An Overview on Nbfc Sector in India

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Non-Banking Financial Companies (NBFC) have rapidly emerged as an important segment of the Indian financial system. Moreover, NBFCs assume significance in the small business segment as they primarily cater to the credit requirements of the unorganised sector such as wholesale & retail traders, small-scale industries and small borrowers at the local level. NBFC is a heterogeneous group of financial institutions, performing a wide range of activities like hire-purchase finance, vehicle financing, equipment lease finance, personal loans, working capital loans, consumer loans, housing loans, loans against shares and investment, etc. NBFCs are broadly divided into three categories namely (i) NBFCs accepting deposits from banks (NBFC-D); (ii) NBFCs not accepting/holding public deposits (NBFC-ND); and (iii) core investment companies (i.e. those acquiring share/securities of their group/holding/subsidiary companies to the extent of not less than 90% of total assets and which do not accept public deposits.) The segment has witnessed considerable growth in the last few years and is now being recognised as complementary to the banking sector due to implementation of innovative marketing strategies, introduction of tailor-made products, customer-oriented services, attractive rates of return on deposits and simplified procedures, etc. While the functions of NBFCs are just like banks, there are few differences between both the institutions. These are: (i) NBFC cannot accept demand deposits; (ii) NBFC is not part of the payment and settlement system as well as it cannot issue cheques drawn on itself and (iii) deposit insurance facility of Deposit Insurance & Credit Guarantee Corporation is not available for NBFC depositors unlike in the case of banks.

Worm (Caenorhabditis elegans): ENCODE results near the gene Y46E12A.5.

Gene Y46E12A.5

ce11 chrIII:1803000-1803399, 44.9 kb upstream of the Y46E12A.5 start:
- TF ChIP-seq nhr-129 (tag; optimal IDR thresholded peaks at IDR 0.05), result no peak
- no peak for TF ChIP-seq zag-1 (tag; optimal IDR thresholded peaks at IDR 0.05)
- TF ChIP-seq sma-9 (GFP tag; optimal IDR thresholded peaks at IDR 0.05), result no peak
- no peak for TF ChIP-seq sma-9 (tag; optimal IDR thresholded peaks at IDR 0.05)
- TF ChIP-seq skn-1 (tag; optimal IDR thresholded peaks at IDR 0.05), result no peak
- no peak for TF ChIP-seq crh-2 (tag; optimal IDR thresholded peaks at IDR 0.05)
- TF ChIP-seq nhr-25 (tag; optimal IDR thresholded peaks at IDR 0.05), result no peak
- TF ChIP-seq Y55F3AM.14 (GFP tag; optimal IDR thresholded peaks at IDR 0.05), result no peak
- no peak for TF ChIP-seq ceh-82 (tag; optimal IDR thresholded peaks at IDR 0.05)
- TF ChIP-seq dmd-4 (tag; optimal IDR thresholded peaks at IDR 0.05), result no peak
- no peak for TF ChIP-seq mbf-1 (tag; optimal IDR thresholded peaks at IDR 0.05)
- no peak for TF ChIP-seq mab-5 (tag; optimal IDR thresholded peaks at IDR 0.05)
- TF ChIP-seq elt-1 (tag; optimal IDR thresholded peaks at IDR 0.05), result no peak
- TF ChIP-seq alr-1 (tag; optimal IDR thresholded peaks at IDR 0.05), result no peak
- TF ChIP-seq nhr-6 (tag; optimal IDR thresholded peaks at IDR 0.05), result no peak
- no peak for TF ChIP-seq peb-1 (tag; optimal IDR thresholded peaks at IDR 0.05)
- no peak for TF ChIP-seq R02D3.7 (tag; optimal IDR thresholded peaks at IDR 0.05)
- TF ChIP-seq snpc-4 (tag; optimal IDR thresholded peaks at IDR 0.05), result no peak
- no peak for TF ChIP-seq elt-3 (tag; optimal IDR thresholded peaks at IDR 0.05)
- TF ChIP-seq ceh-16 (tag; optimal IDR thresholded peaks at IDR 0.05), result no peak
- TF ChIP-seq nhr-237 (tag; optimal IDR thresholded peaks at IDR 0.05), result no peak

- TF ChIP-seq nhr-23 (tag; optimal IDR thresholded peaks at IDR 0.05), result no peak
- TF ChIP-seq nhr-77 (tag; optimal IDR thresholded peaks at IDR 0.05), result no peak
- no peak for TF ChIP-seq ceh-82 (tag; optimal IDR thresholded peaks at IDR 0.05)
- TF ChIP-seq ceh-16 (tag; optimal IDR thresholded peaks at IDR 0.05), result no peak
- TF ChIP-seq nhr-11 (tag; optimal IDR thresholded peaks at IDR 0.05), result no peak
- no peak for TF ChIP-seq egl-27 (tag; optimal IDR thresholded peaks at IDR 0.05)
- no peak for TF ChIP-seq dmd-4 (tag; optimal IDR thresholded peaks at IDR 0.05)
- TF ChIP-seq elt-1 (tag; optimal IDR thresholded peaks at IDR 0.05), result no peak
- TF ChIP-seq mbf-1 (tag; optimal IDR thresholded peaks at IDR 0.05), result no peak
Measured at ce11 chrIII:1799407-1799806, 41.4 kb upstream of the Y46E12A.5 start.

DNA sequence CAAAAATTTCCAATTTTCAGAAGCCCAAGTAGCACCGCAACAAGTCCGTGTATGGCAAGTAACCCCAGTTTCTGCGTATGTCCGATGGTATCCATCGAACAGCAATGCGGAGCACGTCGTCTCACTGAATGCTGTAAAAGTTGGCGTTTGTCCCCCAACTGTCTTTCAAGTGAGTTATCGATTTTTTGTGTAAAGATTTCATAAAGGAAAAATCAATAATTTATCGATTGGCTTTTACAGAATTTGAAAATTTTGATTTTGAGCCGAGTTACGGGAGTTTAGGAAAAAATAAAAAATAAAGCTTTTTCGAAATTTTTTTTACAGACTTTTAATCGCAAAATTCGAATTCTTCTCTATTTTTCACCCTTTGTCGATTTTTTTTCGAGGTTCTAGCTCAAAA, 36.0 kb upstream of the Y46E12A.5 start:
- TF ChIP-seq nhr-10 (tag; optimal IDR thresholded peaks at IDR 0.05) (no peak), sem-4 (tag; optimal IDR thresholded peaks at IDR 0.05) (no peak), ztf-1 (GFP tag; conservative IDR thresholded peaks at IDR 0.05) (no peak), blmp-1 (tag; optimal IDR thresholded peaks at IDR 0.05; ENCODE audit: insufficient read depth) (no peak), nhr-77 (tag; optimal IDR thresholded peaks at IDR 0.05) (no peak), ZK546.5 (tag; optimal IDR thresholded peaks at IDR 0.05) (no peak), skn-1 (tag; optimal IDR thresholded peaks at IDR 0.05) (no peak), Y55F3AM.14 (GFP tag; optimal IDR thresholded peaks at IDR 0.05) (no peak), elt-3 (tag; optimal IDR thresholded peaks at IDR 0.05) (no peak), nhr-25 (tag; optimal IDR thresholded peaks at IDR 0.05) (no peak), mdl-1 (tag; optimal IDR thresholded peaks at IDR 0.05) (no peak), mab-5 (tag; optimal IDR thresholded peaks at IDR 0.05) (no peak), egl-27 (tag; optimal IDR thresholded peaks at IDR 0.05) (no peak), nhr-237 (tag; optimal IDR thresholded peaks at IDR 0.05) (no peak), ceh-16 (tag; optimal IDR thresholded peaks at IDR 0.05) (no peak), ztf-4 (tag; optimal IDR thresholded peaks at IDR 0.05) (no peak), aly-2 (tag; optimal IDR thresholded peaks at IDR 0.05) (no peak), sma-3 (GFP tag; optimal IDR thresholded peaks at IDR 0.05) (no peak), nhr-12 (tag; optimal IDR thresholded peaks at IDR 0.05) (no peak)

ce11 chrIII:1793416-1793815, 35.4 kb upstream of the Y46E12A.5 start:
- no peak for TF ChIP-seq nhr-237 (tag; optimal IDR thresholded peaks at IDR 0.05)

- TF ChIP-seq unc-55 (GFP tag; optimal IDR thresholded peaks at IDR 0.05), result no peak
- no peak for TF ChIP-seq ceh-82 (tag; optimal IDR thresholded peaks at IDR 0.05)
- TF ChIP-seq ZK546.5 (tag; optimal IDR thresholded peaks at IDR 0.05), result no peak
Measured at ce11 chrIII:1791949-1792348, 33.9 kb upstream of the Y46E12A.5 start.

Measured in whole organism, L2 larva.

Regulatory Framework
The RBI Act was amended in 1997 to provide for comprehensive regulatory framework for NBFCs. As per the RBI (Amendment) Act 1997, the RBI can issue directions to NBFCs & its’ auditors, prohibit deposit acceptance and alienation of assets by NBFCs and initiate action for winding up of NBFCs. The new regulations provide: •Compulsory registration for all NBFCs, irrespective of their holding of public deposits, for commencing and carrying on business of a non-business financial institution •The amended act also classified NBFCs into three broad categories i) NBFCs accepting public deposits; ii) NBFCs not accepting/holding public deposits; and iii) core investment companies (i.e. those acquiring shares/securities of their group/holding/subsidiary companies to the extent of not less than 90% of total assets and which do not accept public deposits.) •Minimum entry point net-worth of Rs 2.5 million which was subsequently revised upwards to Rs 20 million •Deposit mobilisation linked to net-worth, business activities and credit rating •Maintenance of 12.5% of their deposits in liquid assets •Creation of a Reserve Fund and transfer of 20% of profit after tax but before dividend to the fund •Ceiling on maximum rate of interest that NBFCs can pay on their public deposits •NBFCs with an asset size of at least Rs 1 billion or a deposit base of at least Rs 200 million are required to have Asset-Liability Management systems and constitute an Asset-Liability Management Committee Further, in order to monitor the financial health and prudential functioning of NBFCs, the RBI issued directions regarding acceptance of deposits, prudential norms like capital adequacy, income recognition, asset classification, provisioning for bad and doubtful assets, exposure norms and other measures. For Instance, capital to risk-weighted assets ratio (CRAR) norms were made applicable to NBFCs in 1998. As per the CRAR norms, every deposit taking NBFC is required to maintain a minimum capital, consisting of Tier I and Tier II capital, of not less than 12% (15% in case of unrated deposit-taking loan investment companies) of its aggregate risk-weighted assets and of risk-adjusted value of...
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